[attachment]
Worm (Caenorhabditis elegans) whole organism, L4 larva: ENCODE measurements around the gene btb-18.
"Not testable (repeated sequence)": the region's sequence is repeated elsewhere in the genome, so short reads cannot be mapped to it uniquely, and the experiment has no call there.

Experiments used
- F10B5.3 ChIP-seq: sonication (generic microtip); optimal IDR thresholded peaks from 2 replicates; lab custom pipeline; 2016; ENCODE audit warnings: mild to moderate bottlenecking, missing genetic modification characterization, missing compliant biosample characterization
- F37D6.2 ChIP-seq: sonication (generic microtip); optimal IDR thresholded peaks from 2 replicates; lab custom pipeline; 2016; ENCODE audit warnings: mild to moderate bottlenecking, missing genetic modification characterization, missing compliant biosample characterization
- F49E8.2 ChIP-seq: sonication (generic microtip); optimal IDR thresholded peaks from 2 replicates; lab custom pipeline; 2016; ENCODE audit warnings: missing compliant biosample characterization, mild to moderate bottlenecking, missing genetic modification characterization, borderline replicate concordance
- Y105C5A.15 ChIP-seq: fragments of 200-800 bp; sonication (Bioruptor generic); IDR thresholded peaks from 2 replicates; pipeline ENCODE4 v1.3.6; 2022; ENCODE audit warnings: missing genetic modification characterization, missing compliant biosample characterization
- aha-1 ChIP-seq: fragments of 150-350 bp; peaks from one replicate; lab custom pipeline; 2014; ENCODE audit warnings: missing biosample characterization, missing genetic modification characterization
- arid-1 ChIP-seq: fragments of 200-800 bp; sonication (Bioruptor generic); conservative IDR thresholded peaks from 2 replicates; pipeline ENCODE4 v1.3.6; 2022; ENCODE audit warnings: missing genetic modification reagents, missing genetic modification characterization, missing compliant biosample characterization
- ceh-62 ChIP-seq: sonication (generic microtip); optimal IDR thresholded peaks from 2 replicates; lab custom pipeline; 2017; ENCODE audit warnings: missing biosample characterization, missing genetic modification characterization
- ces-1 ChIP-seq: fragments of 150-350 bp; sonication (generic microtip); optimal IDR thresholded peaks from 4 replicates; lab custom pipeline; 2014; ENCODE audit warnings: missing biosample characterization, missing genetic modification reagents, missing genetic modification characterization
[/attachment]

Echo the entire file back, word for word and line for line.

Worm (Caenorhabditis elegans) whole organism, L4 larva: ENCODE measurements around the gene btb-18.
"Not testable (repeated sequence)": the region's sequence is repeated elsewhere in the genome, so short reads cannot be mapped to it uniquely, and the experiment has no call there.

Experiments used
- F10B5.3 ChIP-seq: sonication (generic microtip); optimal IDR thresholded peaks from 2 replicates; lab custom pipeline; 2016; ENCODE audit warnings: mild to moderate bottlenecking, missing genetic modification characterization, missing compliant biosample characterization
- F37D6.2 ChIP-seq: sonication (generic microtip); optimal IDR thresholded peaks from 2 replicates; lab custom pipeline; 2016; ENCODE audit warnings: mild to moderate bottlenecking, missing genetic modification characterization, missing compliant biosample characterization
- F49E8.2 ChIP-seq: sonication (generic microtip); optimal IDR thresholded peaks from 2 replicates; lab custom pipeline; 2016; ENCODE audit warnings: missing compliant biosample characterization, mild to moderate bottlenecking, missing genetic modification characterization, borderline replicate concordance
- Y105C5A.15 ChIP-seq: fragments of 200-800 bp; sonication (Bioruptor generic); IDR thresholded peaks from 2 replicates; pipeline ENCODE4 v1.3.6; 2022; ENCODE audit warnings: missing genetic modification characterization, missing compliant biosample characterization
- aha-1 ChIP-seq: fragments of 150-350 bp; peaks from one replicate; lab custom pipeline; 2014; ENCODE audit warnings: missing biosample characterization, missing genetic modification characterization
- arid-1 ChIP-seq: fragments of 200-800 bp; sonication (Bioruptor generic); conservative IDR thresholded peaks from 2 replicates; pipeline ENCODE4 v1.3.6; 2022; ENCODE audit warnings: missing genetic modification reagents, missing genetic modification characterization, missing compliant biosample characterization
- ceh-62 ChIP-seq: sonication (generic microtip); optimal IDR thresholded peaks from 2 replicates; lab custom pipeline; 2017; ENCODE audit warnings: missing biosample characterization, missing genetic modification characterization
- ces-1 ChIP-seq: fragments of 150-350 bp; sonication (generic microtip); optimal IDR thresholded peaks from 4 replicates; lab custom pipeline; 2014; ENCODE audit warnings: missing biosample characterization, missing genetic modification reagents, missing genetic modification characterization